Syrian refugees often come to big cities. Over a dozen people have turned to us for help in the last three months. In Petersburg, however, there are many more such people. It is just that people turn to our organization only when they are already going through the deportation procedure or cannot get asylum.

Asylum claims are rejected for many reasons. In a number of cases, the authorities refuse to accept claims because people have been in the Russian Federation illegally for some time. If people do not have a valid visa, residence registration, and a job, they are denied asylum and told they are violating Russian law. But here a contradiction again arises. There are refugees who because of the war have simply been unable to return to Syria and renew their student visas, for example. They were forced to break the law. The authorities also attempt to expel them, and the situation known as refugee sur place arises. Others are rejected because they reported false information or they failed to apply on time, although they might simply not have known when and where to apply.

Russian Laws and the European Court of Human Rights
We have managed to bring several attempts to deport Syrian refugees from Russia before the European Court of Human Rights. Only then did the Leningrad Regional Court overturn the decision to deport several people from Aleppo to a military conflict zone. Then, the ECHR asked a crucial question: whether the military situation in Syria had been taken into account when the decision was made. Typically, this issue is not discussed at all by courts either in the case of Syrian refugees or displaced people from Ukraine. It is necessary, however, to take into account the social and political situation in the country of origin and explore the issue of whether it will be safe for asylum applicants to return.

People awaiting deportation are placed in special facilities in Krasnoe Selo. The local conditions of detention were also examined by the ECHR as part of the case of Kim v. Russia. In June 2014, both the ECHR and the Government of the Russian Federation deemed the conditions of detention inhuman and in violation of Article 3 of the Europe Convention on Human Rights. However, they have virtually remained unchanged since then. Moreover, there are no temporary accommodation centers for refugees who have qualified for temporary asylum either in Petersburg, Leningrad Region or Moscow.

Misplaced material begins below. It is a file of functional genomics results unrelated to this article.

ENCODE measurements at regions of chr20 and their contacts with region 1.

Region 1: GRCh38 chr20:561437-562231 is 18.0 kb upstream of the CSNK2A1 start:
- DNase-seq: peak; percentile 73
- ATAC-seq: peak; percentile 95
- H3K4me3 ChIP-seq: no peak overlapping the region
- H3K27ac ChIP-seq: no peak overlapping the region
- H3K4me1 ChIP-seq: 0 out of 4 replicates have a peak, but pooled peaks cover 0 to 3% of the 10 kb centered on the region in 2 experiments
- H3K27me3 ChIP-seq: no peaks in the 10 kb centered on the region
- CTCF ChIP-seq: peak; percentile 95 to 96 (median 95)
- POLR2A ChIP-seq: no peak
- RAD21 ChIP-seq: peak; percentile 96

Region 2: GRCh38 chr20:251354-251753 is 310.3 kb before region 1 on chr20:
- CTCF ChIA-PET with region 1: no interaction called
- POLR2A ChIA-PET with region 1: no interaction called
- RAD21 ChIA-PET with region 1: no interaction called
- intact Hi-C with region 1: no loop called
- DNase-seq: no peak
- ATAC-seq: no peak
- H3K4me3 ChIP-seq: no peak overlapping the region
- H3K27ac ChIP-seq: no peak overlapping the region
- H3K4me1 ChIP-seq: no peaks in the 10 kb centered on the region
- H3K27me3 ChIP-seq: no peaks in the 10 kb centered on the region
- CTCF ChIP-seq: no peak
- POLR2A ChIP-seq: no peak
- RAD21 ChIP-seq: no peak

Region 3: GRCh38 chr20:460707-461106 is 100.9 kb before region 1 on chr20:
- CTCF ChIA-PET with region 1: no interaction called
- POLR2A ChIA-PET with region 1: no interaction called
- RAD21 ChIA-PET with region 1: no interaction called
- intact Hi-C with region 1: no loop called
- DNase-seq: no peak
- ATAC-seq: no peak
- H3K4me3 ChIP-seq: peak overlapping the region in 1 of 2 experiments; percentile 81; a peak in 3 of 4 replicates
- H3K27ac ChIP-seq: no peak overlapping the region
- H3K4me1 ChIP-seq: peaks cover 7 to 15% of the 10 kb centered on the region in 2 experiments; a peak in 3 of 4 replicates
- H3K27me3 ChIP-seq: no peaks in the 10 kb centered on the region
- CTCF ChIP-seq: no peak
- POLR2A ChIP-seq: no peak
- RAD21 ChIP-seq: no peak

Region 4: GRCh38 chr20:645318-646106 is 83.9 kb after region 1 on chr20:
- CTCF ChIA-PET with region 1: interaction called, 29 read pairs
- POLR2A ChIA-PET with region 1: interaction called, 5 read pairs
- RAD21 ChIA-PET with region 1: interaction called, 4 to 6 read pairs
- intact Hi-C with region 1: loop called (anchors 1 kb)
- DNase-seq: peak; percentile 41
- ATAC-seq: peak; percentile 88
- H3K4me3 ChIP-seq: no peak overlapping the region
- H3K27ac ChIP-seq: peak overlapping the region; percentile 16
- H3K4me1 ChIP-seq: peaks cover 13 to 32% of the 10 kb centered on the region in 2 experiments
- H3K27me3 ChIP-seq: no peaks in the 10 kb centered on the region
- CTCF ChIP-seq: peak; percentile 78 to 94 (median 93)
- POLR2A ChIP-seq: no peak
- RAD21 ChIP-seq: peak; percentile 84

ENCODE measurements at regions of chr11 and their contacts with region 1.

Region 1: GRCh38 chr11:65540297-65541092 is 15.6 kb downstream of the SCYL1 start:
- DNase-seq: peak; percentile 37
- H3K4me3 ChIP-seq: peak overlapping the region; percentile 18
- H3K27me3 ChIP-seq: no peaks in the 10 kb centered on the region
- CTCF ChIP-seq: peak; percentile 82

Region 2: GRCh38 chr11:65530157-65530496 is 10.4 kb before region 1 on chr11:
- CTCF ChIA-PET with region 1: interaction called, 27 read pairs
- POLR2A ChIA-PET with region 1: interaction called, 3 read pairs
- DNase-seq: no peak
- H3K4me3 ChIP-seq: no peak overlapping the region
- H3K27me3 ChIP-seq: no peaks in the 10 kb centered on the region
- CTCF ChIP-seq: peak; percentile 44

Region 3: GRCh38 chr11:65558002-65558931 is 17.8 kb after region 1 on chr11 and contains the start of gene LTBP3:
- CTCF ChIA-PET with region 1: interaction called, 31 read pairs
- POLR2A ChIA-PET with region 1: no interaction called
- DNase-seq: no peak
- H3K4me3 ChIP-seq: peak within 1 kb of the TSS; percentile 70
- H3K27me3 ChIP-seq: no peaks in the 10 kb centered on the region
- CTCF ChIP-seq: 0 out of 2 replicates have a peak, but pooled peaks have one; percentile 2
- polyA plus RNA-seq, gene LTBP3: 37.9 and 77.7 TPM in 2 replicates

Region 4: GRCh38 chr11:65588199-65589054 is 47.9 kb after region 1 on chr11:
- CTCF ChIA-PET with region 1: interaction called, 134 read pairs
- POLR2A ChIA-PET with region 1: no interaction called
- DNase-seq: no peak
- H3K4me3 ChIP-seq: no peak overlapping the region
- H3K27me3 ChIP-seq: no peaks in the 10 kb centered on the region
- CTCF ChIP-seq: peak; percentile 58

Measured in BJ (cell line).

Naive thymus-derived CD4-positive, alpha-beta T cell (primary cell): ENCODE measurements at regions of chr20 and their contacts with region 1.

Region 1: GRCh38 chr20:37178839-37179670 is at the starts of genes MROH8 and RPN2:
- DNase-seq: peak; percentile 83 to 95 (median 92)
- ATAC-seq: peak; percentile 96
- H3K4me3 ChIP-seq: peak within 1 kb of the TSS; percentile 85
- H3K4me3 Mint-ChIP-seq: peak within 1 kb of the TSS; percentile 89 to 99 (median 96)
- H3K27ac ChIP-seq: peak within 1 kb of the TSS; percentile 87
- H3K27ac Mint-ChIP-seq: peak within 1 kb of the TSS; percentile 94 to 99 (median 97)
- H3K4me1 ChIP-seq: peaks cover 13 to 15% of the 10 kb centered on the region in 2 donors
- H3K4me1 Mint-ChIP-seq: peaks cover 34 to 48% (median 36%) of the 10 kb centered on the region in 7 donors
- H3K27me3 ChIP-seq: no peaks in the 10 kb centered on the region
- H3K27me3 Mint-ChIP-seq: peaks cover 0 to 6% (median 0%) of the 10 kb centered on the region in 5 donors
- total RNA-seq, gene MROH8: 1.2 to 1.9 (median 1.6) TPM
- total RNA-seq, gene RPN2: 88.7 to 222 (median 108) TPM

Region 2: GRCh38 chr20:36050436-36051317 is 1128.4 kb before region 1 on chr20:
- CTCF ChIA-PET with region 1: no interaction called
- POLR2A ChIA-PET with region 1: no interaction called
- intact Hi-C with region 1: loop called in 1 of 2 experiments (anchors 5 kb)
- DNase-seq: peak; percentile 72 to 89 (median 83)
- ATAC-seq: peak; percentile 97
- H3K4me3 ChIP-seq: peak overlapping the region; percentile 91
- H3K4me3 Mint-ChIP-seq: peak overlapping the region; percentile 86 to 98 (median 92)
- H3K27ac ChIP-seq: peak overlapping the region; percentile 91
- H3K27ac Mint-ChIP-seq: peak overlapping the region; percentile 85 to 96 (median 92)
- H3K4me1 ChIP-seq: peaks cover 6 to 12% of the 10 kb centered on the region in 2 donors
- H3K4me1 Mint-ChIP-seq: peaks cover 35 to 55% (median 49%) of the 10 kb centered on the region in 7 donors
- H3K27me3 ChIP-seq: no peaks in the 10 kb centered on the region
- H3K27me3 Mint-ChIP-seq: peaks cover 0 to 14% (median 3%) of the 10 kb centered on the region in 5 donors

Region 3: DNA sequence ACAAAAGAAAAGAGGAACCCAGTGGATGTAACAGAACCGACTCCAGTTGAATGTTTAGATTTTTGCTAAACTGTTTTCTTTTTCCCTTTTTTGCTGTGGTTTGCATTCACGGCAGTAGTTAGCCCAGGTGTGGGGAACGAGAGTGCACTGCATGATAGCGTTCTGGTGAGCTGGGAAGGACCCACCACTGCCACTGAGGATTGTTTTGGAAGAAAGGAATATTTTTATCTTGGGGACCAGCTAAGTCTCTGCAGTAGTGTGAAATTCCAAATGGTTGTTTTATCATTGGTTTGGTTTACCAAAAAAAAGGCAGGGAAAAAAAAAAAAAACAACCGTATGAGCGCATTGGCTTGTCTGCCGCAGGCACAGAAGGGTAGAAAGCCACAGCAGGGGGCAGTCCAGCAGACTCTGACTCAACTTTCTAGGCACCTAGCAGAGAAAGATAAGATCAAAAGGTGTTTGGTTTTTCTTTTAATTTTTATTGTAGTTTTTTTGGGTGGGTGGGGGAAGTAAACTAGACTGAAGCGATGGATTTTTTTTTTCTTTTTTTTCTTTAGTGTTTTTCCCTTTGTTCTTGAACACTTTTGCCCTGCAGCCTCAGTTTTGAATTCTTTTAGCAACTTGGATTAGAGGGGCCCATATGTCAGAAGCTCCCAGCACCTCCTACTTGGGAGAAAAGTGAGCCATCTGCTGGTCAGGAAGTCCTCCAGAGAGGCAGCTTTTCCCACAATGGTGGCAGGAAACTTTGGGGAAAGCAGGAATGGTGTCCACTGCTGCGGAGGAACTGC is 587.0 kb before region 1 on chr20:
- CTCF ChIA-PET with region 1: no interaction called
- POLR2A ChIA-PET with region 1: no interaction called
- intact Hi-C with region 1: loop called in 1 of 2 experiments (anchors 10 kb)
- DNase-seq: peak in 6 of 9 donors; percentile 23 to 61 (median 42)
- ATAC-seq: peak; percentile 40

How Society Treats Refugees
Now Russians are negatively disposed even towards their “native” Ukrainian refugees, although earlier there was support for them. They say, what do we need these refugees for? We have enough problems of our own. They take our jobs and put an additional burden on infrastructure. The attitude to Syrian refugees is even worse. These are people from a completely different culture and religion. They might look differently, and they speak a different language. People tend to associate Syrians with ISIL and suspect them of being terrorists. If people are afraid of the refugees from Ukraine, finding volunteers to work with Syrian refugees seems completely unreal in Petersburg and in Russia generally. Some people manage to find shelter through churches, but this happens quite rarely. Society does not understand why it should provide protection to Syrian refugees and refugees in general.

Translated by the Russian Reader